The customized funnel your company creates will need progression milestones defined. Each company is different. The wide funnel that starts with inbound marketing leads narrows slightly as Marketing qualifies the MQL from suspect to prospect. (Do they have an urgent need? Does their pain point match your solutions? Is their budget in line with your services?) Marketing gives these MQLs over to Sales as a prospect, then Sales narrows the SQL funnel to qualify them further to the point of proposal, sales activities, follow-up, and sales close.

Common Question: Is my Sales Funnel my Sales Forecast?

The leads funnel is constantly narrowed from MQL to SQL until it’s a quantifiable set of metrics. Your funnel is not automatically your Sales Forecast.

You will know your:

  • Number of proposals in the funnel that could close
  • Proposal low to high dollar figures that could close

But now, you must create a subjective likelihood score of whether they will close. You define when you want the Sales team to mark a SQL as a forecast candidate.

Companies only define their potential sales forecast from the funnel items that have a high likelihood to close. Taking the entire funnel as a forecast would be too rosy an outlook.

Imagine this scenario: If you set up six gates (or hoops the client jumps through) that are important to you and your industry, then every gate the potential client crosses during the proposal process makes them more likely to close. You can define to a Sales team that all SQLs in the funnel at gates 1-4 are leading KPIs for Sales funnel proposal count and sales funnel proposal low to high end dollar range. Yet, any SQLs in the funnel that have reached gates 5 and 6 have achieved a high likelihood to close, so you’ll include them in your Forecast metrics.

Defining and tracking these gates allows you to learn over time that 70% of your stage 5 close in 6 months and 90% of your stage 6 close in 60 days. This method of tracking the number of prospects in each stage helps you see if a sales rep needs training or assistance getting people over a hump into a new stage. Where do they stall in the relationship-building/closing process?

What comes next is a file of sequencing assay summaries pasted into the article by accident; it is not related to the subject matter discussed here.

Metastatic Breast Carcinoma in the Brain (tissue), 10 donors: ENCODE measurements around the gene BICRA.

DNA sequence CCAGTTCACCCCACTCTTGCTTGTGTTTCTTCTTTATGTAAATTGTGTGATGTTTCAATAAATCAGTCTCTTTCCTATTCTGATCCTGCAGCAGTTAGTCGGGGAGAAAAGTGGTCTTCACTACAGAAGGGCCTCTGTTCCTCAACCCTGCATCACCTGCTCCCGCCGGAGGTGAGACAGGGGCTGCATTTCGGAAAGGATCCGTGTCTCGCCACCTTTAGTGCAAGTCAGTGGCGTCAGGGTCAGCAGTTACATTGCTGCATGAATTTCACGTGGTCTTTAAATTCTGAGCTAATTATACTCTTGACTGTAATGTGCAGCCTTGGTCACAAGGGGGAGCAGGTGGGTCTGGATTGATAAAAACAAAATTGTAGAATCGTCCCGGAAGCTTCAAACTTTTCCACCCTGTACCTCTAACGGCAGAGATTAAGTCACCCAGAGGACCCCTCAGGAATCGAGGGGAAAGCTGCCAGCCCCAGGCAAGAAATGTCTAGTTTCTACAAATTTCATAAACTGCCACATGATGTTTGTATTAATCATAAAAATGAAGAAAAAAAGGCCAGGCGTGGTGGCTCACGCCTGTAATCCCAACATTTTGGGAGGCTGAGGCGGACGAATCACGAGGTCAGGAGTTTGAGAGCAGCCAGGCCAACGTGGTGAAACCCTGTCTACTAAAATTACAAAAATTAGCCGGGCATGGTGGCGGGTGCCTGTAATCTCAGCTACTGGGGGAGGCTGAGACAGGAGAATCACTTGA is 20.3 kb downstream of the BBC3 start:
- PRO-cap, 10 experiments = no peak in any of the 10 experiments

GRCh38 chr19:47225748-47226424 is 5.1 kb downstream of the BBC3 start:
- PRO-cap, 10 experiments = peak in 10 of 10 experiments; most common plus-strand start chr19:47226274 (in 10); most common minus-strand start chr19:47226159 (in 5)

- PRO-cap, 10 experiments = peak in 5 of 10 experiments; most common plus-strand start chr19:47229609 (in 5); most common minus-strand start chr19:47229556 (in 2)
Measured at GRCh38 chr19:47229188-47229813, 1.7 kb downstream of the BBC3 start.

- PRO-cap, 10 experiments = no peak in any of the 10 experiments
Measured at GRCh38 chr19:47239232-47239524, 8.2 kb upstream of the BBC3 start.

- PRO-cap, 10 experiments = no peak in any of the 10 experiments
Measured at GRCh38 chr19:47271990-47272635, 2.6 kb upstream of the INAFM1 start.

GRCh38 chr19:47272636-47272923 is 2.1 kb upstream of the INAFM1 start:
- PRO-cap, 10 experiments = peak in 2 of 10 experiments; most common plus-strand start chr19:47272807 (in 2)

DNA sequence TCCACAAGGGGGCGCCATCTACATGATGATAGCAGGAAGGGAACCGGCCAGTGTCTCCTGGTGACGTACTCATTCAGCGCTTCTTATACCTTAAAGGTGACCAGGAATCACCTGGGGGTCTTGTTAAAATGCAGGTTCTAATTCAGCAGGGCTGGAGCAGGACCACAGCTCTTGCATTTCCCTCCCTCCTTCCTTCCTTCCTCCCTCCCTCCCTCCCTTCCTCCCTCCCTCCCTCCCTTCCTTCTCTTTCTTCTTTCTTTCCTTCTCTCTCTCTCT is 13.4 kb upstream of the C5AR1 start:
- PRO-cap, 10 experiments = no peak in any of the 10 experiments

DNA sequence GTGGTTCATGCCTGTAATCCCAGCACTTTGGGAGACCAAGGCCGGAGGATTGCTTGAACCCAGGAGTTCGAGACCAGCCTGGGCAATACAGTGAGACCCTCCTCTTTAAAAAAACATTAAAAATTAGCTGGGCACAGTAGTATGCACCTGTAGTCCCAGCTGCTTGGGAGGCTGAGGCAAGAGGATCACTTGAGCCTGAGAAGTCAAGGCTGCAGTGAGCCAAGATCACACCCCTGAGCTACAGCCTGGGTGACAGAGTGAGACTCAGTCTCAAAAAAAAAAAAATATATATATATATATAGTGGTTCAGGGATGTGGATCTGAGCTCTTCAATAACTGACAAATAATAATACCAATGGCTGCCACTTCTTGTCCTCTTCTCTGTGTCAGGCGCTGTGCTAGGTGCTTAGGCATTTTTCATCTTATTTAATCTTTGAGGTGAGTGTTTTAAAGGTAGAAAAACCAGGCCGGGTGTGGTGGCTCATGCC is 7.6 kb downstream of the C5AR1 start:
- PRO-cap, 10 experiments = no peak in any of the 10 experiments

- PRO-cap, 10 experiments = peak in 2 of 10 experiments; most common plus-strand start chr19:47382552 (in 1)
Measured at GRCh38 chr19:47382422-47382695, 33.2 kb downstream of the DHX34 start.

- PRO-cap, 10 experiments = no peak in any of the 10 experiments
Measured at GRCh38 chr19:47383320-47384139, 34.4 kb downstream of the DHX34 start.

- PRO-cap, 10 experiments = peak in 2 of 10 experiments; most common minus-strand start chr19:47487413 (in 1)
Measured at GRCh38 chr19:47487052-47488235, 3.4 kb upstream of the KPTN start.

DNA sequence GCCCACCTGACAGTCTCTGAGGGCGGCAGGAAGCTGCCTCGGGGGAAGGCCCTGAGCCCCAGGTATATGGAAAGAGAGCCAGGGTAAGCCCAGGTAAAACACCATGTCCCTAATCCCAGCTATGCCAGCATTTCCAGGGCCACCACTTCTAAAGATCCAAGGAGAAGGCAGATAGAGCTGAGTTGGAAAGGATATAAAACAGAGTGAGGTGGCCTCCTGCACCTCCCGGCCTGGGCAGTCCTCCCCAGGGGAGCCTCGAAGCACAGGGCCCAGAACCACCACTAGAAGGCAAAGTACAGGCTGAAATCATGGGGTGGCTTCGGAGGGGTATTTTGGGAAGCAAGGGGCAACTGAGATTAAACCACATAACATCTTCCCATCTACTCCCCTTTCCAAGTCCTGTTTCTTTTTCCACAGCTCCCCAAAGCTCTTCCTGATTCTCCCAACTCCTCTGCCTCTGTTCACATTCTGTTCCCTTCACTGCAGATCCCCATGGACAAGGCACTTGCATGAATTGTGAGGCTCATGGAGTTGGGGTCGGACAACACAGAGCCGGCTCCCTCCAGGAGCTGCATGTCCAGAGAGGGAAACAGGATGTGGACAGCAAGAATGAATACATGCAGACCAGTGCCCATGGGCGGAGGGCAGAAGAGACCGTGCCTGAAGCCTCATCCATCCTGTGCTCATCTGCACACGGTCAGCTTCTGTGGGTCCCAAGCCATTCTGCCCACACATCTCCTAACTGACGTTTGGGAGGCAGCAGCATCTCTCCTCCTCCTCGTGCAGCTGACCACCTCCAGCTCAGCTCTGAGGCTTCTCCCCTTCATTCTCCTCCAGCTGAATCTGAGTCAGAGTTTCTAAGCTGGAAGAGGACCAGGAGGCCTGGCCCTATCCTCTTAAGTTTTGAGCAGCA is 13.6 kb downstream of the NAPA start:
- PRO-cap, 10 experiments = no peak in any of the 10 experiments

Common Question: What Sales metrics should we consider tracking?

Sales Development Metrics 

  • Sales top-line revenue potential
  • Sales bottom-line profit potential
  • Profitability by salesperson
  • Average order size / average account size by salesperson
  • Salesperson over or under goal
  • Target account status = Top 5 opportunities salesperson is working
  • # of new Meetings
  • Close ratio
  • Length of sales cycle
  • Quality of pipeline vs. quantity of pipeline
  • Pipeline stage balance per sales rep 

Don’t worry, you’re not the only CEO who is learning this for the first time as you read today. This was one of the hottest topics among large and small companies alike in 2021 and 2022 during my coaching sessions. 

Clarity is essential. If you’d like additional ideas on Marketing & Sales KPI metrics that can help determine your funnel, pipeline, or forecasting, feel free to reach out for a free consultation. I’m here to help.

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About Stacy Eads

Edmond native & UCO Alumna, Stacy Eads, is an award-winning “Most Admired CEO” who scaled her company as a Woman in Tech before becoming an International Scaling Up Business Coach. She now empowers other CEOs from $2M to $200M to embrace their leadership potential through quarterly strategic planning. Her talent is in high demand to CEO Coach, Train Teams, and Speak at Events in both the U.S.A. and Canada.

Stacy Eads’ career affiliations include 50 Women Making a Difference award, Circle of Excellence award, Torch Ethics award, Most Admired CEO award, Edmond Chamber & UCO Mentor, Better Business Bureau of Central Oklahoma Board of Directors, TEDx OKC Speaker Coach, and Ambassador Chairwoman for the Greater OKC Chamber of Commerce.